If you are planning to have a home similar in style to those in your neighborhood, you can get an idea on how much you may spend on yours by comparing the prices of newly-built homes up for sale. Subtract the lot price to get the price of the house, and then divide it by the square footage to get its cost per square foot.

On average, a new home construction in a conventional style costs $291,000 and has a typical cost per square foot of $150. It usually ranges from $147,000 to $437,000, but you can get a home constructed for as little as $12,000 to as high as $750,000.

But if you want a custom home, you will need a bigger budget for it. Because of the wide variety of options, the price range is a lot bigger and more difficult to estimate. To build one, you should have a budget between $350,000 to as much as $1.5 Million, and the cost per square foot for a custom home will range from $100 to $400.

To help you out, here is a breakdown of the basics needed to build a home and their price range:

  • Site Work – $10,000 to $25,000
  • Covers local permits, impact fees, and other legal requirements, inspections, connecting to the local power, water, and sewer lines, and architect and engineer fees.
  • Foundation – $4,000 to $40,000
  • Involves clearing plants and other debris, site grading, topsoil removal, and creation of foundations and their installation and backfill. If excavation is required, it will greatly increase the cost, especially if heavy equipment and bulldozers are needed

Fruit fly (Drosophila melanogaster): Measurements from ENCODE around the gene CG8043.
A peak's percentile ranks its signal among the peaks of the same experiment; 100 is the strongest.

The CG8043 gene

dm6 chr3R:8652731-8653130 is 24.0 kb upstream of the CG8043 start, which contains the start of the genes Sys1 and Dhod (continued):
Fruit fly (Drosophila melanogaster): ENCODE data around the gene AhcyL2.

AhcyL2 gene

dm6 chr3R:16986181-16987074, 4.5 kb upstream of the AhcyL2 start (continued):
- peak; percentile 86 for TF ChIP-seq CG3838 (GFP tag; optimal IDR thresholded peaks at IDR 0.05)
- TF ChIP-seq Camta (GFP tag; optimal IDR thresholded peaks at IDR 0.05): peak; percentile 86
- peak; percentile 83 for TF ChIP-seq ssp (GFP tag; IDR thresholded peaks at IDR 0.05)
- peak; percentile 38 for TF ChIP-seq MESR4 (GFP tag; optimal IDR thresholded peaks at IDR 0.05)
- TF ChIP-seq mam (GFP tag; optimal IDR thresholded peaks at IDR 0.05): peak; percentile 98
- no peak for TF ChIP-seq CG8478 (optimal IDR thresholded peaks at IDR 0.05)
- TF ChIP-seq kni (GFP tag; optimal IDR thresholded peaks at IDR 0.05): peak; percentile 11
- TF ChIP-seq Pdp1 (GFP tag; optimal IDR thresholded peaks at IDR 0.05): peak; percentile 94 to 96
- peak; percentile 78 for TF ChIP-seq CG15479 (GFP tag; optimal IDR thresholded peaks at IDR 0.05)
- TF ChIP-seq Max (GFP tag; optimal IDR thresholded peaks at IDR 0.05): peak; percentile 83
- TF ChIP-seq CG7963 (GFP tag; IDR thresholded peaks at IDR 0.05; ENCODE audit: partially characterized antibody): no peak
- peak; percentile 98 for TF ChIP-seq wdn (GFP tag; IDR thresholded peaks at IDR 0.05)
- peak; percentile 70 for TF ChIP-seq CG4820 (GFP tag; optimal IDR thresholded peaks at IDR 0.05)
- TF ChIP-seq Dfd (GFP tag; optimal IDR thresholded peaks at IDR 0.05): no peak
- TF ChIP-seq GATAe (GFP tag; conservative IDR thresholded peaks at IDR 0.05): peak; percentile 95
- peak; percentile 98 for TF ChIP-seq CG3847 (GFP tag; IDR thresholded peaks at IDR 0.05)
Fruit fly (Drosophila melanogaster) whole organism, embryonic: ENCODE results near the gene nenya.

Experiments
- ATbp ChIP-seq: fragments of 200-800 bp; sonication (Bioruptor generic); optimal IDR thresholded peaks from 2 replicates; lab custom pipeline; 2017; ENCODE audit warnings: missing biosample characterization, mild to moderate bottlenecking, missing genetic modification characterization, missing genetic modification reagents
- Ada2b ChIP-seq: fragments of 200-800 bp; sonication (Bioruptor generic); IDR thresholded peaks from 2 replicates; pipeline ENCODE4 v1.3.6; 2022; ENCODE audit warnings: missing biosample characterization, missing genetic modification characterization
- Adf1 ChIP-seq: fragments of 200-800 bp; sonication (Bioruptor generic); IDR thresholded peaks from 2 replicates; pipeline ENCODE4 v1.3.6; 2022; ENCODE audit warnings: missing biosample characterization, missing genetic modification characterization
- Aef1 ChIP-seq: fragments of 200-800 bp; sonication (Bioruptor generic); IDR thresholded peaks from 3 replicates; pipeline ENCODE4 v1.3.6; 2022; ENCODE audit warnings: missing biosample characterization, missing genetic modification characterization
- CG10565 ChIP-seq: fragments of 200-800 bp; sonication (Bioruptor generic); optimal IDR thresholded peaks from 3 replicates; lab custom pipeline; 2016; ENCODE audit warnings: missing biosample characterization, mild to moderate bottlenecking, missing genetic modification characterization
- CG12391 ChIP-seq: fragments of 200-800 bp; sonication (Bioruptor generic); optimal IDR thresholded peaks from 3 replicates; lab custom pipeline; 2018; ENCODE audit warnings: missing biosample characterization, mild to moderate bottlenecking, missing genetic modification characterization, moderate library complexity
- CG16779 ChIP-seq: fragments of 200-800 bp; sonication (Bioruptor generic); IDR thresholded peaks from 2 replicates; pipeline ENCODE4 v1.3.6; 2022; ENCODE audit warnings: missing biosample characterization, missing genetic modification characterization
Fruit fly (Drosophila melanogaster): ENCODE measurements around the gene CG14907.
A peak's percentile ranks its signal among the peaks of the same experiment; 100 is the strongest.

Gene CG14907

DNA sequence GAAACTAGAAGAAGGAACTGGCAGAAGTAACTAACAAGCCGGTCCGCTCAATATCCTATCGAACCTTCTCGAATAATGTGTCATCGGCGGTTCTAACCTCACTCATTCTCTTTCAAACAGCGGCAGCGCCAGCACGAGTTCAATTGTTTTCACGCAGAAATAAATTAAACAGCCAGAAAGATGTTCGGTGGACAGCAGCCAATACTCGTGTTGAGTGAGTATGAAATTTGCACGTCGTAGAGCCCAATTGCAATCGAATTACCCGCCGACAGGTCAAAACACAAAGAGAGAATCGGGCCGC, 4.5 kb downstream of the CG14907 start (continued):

• Will depend on how large your entire home is going to be and your choice of framing material. It also includes roofing framing and other similar wood or metal work.
  • Exterior Finishing – $30,000 to $60,000
  • Includes exterior walls, windows, doors, or claddings, and roofing. A lot of materials are used at this stage, and the cost is largely dictated by the type of materials used.
  • Installation of Major Systems – $30,000 to $50,000
  • Only covers the setup and installation of , , and electrical lines, not the appliances and fixtures that can connect to it.
  • Interior Finishing – $60,000 up
  • Takes up the most of your budget, since it covers fixtures, flooring, cabinets, countertops, , painting, appliances, insulation, and interior trims, among others
  • Final Construction Details – $10,000 to $17,000

Your construction budget should always include extra funds to avoid suddenly running out of money because you had to pay for something unexpected. Ideally, you should add as much as 5% of your total budget for your emergency fund to cover these scenarios.

How to Save Money When Building a House

A new home construction is going to be a very expensive project. But, it should not hinder you from getting that house with a picket fence you always wanted.